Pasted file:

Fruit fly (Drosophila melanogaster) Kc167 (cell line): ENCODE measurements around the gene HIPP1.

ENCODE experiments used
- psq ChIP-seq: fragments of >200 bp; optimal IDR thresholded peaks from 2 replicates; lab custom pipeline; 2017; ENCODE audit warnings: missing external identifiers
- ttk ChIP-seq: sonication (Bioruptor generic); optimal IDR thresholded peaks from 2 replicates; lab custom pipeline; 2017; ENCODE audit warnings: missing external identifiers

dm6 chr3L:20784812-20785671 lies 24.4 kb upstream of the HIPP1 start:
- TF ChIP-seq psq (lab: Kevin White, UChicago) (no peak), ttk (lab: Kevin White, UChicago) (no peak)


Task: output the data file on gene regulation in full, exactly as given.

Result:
Fruit fly (Drosophila melanogaster) Kc167 (cell line): ENCODE measurements around the gene HIPP1.

ENCODE experiments used
- psq ChIP-seq: fragments of >200 bp; optimal IDR thresholded peaks from 2 replicates; lab custom pipeline; 2017; ENCODE audit warnings: missing external identifiers
- ttk ChIP-seq: sonication (Bioruptor generic); optimal IDR thresholded peaks from 2 replicates; lab custom pipeline; 2017; ENCODE audit warnings: missing external identifiers

dm6 chr3L:20784812-20785671 lies 24.4 kb upstream of the HIPP1 start:
- TF ChIP-seq psq (lab: Kevin White, UChicago) (no peak), ttk (lab: Kevin White, UChicago) (no peak)